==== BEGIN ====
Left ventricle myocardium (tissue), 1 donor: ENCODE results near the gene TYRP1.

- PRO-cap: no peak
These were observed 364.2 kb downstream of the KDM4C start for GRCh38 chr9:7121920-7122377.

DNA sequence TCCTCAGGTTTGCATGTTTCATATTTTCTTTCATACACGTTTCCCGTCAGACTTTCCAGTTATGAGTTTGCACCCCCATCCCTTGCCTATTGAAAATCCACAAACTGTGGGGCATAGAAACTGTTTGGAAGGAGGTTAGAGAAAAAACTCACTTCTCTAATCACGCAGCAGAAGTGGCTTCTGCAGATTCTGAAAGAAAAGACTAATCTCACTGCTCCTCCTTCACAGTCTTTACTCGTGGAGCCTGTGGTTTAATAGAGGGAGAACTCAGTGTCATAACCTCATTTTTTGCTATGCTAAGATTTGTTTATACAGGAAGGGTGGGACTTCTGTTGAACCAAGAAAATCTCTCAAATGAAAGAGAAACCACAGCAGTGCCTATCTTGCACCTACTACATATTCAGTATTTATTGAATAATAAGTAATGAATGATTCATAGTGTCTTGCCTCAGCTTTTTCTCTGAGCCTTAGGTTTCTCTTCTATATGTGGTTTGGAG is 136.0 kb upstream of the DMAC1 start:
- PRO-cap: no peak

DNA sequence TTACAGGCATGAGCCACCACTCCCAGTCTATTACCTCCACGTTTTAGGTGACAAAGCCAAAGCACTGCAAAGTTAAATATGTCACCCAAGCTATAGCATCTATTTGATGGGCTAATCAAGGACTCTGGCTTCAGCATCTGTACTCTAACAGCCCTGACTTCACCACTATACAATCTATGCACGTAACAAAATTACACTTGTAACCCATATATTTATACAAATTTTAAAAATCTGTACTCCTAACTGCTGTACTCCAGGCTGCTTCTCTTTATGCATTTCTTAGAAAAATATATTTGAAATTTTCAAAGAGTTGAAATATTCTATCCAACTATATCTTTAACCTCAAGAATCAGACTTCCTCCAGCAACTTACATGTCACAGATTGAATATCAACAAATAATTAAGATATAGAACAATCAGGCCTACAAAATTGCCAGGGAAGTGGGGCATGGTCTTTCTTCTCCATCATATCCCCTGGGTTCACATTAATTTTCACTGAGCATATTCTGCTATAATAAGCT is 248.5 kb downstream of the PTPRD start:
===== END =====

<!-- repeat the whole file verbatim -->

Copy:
Left ventricle myocardium (tissue), 1 donor: ENCODE results near the gene TYRP1.

- PRO-cap: no peak
These were observed 364.2 kb downstream of the KDM4C start for GRCh38 chr9:7121920-7122377.

DNA sequence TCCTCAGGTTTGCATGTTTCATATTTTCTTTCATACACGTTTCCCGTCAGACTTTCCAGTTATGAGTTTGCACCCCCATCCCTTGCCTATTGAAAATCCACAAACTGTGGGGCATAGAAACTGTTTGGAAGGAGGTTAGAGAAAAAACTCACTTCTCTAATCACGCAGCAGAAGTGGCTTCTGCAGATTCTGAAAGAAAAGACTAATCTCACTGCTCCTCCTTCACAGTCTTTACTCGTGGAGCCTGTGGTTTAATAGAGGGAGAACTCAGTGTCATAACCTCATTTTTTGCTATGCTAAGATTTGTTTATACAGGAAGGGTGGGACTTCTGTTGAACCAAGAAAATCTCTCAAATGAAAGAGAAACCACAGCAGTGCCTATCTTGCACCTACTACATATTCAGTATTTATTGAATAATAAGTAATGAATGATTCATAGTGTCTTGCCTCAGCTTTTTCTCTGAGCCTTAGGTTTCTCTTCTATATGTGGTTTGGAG is 136.0 kb upstream of the DMAC1 start:
- PRO-cap: no peak

DNA sequence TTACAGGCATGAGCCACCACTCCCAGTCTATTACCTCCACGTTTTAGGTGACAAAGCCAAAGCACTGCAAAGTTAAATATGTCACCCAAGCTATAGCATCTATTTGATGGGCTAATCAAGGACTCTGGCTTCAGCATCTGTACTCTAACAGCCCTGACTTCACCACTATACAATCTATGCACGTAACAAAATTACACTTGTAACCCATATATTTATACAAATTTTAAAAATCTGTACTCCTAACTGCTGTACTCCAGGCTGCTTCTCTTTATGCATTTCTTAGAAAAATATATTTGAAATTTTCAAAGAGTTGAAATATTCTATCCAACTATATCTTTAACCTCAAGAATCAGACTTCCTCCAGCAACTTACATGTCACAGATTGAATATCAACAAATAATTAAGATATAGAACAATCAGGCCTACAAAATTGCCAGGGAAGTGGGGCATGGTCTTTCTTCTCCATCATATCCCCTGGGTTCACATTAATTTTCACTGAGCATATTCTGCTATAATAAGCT is 248.5 kb downstream of the PTPRD start: